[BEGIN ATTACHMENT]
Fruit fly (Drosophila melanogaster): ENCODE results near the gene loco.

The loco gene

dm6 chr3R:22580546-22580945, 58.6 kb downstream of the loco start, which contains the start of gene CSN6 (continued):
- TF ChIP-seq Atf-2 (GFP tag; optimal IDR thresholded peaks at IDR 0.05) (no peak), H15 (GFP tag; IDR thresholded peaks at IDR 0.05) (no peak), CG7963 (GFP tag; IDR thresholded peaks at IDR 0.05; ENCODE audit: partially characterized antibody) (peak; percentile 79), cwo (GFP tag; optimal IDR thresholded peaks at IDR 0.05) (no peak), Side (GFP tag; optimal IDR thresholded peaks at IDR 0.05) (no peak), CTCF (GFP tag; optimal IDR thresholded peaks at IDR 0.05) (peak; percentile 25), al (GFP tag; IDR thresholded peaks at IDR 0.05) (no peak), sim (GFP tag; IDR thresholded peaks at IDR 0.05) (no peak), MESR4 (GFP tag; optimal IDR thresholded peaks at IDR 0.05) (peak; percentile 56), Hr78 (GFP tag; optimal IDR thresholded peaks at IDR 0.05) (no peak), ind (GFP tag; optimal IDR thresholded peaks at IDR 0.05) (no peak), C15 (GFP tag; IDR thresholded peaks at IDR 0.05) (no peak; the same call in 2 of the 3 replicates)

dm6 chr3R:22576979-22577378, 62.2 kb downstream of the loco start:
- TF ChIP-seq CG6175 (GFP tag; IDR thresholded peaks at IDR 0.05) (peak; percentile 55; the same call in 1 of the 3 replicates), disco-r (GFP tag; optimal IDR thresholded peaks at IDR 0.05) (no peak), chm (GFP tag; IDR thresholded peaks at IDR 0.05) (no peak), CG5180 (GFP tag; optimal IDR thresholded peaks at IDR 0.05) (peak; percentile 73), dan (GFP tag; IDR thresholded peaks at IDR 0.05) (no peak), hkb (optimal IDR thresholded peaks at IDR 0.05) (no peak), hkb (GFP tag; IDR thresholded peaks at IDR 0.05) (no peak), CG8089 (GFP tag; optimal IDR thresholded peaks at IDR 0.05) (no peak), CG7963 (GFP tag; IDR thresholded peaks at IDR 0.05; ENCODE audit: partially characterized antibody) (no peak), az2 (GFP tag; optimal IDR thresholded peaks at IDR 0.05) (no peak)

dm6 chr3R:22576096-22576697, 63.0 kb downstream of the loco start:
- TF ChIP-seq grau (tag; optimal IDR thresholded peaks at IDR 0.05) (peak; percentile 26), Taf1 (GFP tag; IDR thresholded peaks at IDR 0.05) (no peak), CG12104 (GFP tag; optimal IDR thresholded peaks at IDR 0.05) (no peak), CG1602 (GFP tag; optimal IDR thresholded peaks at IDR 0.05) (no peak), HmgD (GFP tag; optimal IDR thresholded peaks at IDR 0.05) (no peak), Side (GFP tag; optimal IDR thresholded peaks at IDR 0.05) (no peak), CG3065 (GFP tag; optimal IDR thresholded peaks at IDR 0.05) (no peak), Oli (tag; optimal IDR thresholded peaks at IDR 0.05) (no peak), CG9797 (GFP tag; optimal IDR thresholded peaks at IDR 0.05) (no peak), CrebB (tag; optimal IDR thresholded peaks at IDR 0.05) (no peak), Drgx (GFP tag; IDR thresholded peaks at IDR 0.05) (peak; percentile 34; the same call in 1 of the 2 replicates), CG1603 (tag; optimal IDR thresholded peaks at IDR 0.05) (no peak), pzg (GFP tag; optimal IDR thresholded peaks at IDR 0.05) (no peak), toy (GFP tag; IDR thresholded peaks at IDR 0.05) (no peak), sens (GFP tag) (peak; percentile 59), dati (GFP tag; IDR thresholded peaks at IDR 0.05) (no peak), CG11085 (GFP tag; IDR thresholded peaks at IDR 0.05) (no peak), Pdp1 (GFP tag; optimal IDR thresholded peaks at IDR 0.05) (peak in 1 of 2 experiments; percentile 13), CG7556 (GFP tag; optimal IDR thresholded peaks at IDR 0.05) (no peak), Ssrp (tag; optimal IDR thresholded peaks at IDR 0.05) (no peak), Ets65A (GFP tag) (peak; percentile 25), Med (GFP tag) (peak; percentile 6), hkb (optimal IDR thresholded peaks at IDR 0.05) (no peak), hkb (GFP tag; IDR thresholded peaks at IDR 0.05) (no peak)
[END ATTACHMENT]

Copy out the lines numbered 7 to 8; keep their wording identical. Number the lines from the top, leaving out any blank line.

dm6 chr3R:22576096-22576697, 63.0 kb downstream of the loco start:
- TF ChIP-seq grau (tag; optimal IDR thresholded peaks at IDR 0.05) (peak; percentile 26), Taf1 (GFP tag; IDR thresholded peaks at IDR 0.05) (no peak), CG12104 (GFP tag; optimal IDR thresholded peaks at IDR 0.05) (no peak), CG1602 (GFP tag; optimal IDR thresholded peaks at IDR 0.05) (no peak), HmgD (GFP tag; optimal IDR thresholded peaks at IDR 0.05) (no peak), Side (GFP tag; optimal IDR thresholded peaks at IDR 0.05) (no peak), CG3065 (GFP tag; optimal IDR thresholded peaks at IDR 0.05) (no peak), Oli (tag; optimal IDR thresholded peaks at IDR 0.05) (no peak), CG9797 (GFP tag; optimal IDR thresholded peaks at IDR 0.05) (no peak), CrebB (tag; optimal IDR thresholded peaks at IDR 0.05) (no peak), Drgx (GFP tag; IDR thresholded peaks at IDR 0.05) (peak; percentile 34; the same call in 1 of the 2 replicates), CG1603 (tag; optimal IDR thresholded peaks at IDR 0.05) (no peak), pzg (GFP tag; optimal IDR thresholded peaks at IDR 0.05) (no peak), toy (GFP tag; IDR thresholded peaks at IDR 0.05) (no peak), sens (GFP tag) (peak; percentile 59), dati (GFP tag; IDR thresholded peaks at IDR 0.05) (no peak), CG11085 (GFP tag; IDR thresholded peaks at IDR 0.05) (no peak), Pdp1 (GFP tag; optimal IDR thresholded peaks at IDR 0.05) (peak in 1 of 2 experiments; percentile 13), CG7556 (GFP tag; optimal IDR thresholded peaks at IDR 0.05) (no peak), Ssrp (tag; optimal IDR thresholded peaks at IDR 0.05) (no peak), Ets65A (GFP tag) (peak; percentile 25), Med (GFP tag) (peak; percentile 6), hkb (optimal IDR thresholded peaks at IDR 0.05) (no peak), hkb (GFP tag; IDR thresholded peaks at IDR 0.05) (no peak)